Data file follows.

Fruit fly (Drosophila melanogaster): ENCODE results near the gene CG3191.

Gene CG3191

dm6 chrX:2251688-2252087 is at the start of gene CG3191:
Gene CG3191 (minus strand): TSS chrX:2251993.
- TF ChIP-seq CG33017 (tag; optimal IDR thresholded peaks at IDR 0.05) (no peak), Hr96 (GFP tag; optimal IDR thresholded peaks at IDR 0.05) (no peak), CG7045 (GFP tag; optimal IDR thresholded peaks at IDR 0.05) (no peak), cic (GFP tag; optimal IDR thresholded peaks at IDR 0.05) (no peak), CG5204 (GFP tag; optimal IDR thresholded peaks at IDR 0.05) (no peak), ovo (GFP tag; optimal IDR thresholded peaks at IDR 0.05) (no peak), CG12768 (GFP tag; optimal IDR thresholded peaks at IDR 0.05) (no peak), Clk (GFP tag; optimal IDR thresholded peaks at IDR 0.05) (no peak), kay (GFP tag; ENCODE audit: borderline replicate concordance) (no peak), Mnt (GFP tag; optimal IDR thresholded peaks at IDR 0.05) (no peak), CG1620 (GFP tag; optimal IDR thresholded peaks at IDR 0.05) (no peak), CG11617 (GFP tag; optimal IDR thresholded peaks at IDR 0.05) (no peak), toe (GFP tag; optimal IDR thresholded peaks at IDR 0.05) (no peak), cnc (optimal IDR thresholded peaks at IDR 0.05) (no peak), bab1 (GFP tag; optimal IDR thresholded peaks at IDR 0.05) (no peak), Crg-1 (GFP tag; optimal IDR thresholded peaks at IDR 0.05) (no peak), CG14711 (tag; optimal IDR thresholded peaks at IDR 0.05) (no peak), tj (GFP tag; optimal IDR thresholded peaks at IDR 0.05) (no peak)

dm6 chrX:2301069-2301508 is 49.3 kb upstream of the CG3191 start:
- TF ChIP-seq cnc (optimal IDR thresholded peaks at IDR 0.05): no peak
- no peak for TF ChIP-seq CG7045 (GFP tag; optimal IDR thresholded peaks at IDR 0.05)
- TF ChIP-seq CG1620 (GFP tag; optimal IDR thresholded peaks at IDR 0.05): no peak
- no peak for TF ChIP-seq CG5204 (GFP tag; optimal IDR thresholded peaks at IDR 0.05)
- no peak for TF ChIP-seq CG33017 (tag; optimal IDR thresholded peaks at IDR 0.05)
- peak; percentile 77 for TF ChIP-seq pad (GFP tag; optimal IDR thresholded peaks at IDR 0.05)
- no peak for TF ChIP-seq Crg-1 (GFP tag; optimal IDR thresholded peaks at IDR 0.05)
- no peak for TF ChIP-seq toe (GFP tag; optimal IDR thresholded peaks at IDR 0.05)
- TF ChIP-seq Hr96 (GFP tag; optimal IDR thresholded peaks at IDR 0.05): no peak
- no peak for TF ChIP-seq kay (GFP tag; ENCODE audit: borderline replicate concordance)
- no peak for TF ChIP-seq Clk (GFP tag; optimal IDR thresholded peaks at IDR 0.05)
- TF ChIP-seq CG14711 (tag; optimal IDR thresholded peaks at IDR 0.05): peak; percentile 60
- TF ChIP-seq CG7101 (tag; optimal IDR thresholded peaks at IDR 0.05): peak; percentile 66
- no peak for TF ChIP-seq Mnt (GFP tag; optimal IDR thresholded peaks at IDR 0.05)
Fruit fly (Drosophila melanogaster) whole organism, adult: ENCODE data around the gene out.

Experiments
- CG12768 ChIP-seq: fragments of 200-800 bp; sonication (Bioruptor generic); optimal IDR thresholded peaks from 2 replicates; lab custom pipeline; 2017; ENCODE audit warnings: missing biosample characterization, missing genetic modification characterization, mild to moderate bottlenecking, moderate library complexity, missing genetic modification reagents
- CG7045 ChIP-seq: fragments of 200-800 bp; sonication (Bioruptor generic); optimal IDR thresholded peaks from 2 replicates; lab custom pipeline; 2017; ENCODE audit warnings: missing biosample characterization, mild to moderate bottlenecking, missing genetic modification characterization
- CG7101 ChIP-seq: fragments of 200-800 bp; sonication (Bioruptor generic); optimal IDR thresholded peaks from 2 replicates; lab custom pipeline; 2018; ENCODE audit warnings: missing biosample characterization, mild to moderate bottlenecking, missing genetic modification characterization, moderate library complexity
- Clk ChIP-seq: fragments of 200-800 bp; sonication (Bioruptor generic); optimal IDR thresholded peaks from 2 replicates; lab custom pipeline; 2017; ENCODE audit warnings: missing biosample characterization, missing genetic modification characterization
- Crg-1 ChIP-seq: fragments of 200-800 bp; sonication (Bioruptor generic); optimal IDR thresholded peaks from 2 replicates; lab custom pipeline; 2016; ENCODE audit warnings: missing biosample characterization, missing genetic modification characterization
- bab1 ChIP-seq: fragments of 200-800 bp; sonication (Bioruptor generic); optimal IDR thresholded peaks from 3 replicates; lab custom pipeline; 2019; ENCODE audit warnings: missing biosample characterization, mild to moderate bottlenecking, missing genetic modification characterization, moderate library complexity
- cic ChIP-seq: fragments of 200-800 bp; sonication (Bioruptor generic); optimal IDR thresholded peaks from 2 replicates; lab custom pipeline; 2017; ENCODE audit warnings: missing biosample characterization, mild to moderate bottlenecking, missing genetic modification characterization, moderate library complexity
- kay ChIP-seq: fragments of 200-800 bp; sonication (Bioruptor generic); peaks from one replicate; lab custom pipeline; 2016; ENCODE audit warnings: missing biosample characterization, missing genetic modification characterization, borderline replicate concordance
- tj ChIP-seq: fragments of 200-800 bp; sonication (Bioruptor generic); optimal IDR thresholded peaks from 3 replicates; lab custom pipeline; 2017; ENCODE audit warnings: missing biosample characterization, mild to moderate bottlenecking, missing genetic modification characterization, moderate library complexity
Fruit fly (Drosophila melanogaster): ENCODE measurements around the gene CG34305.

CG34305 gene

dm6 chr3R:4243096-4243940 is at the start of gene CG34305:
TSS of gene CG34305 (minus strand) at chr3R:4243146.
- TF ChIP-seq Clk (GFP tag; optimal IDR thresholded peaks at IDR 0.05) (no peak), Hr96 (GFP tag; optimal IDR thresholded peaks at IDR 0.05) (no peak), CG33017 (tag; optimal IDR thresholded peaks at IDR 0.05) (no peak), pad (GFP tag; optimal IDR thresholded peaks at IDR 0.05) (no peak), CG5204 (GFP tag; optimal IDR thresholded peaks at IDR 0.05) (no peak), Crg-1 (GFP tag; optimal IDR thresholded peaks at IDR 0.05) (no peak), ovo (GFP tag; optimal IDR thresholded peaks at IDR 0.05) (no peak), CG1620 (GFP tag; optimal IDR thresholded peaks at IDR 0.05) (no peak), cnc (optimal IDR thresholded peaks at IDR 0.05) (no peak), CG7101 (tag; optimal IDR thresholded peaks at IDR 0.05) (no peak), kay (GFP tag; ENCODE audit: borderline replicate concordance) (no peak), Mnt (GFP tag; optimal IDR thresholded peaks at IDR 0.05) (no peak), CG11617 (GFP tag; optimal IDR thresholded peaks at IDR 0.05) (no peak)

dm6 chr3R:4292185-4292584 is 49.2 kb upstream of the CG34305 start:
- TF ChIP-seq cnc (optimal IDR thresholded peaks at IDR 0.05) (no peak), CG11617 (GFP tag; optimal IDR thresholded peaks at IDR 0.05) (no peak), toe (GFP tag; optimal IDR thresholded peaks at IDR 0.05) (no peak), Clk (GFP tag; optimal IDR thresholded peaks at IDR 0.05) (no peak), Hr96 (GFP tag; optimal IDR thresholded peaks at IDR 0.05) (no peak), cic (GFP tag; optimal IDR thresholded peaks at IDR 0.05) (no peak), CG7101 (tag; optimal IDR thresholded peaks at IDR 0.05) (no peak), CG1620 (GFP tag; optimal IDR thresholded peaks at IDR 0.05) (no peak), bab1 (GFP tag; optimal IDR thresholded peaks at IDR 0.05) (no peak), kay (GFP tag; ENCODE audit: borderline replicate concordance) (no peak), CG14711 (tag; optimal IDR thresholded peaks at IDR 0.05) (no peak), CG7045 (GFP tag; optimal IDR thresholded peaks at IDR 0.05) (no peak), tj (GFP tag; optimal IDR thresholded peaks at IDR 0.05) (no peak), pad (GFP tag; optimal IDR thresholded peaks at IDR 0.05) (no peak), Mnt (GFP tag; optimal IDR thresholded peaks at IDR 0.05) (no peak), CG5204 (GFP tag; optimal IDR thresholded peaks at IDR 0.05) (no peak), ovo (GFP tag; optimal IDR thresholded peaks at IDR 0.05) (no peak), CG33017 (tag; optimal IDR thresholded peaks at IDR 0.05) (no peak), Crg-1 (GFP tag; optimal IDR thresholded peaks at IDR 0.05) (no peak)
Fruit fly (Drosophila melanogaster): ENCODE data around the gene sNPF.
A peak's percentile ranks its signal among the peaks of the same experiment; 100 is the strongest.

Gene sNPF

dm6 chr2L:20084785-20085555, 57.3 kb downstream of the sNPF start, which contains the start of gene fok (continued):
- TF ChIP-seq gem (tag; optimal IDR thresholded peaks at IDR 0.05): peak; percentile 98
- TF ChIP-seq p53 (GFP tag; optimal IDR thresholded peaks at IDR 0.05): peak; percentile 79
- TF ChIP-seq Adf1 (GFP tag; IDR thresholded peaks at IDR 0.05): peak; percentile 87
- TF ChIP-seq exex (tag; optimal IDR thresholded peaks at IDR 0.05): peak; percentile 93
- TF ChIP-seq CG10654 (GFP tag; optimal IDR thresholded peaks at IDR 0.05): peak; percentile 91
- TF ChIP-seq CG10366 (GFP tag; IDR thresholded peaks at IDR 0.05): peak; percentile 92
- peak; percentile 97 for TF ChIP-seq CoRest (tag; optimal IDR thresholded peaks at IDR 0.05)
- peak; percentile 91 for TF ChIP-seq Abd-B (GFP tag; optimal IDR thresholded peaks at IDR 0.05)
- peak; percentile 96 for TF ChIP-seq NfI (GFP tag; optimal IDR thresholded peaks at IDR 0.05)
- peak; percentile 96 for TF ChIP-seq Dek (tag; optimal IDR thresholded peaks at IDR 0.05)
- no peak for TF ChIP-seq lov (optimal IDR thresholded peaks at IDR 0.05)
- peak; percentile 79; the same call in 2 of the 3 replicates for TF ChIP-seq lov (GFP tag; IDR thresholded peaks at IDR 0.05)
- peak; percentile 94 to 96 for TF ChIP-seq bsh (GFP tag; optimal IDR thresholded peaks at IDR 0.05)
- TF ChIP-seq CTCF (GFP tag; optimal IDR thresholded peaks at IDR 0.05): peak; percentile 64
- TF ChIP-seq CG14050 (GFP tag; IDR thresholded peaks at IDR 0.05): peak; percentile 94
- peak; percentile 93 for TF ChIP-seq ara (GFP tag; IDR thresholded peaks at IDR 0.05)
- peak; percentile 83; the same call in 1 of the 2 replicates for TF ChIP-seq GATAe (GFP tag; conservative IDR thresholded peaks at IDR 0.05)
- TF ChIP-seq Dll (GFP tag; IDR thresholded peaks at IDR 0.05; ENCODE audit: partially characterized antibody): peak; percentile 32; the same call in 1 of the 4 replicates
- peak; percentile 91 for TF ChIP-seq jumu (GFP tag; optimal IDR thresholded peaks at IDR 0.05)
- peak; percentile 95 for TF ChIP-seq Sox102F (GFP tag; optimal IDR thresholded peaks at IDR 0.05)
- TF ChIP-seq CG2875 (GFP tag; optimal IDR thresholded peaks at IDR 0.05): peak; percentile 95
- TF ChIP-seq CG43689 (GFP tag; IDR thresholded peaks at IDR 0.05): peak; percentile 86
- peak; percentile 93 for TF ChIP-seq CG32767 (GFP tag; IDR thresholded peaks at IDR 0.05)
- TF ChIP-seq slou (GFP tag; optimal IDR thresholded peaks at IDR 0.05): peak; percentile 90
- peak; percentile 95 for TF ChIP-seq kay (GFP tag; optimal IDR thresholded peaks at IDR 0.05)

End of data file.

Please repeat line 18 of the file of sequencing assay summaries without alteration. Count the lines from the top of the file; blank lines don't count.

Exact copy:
- TF ChIP-seq CG14711 (tag; optimal IDR thresholded peaks at IDR 0.05): peak; percentile 60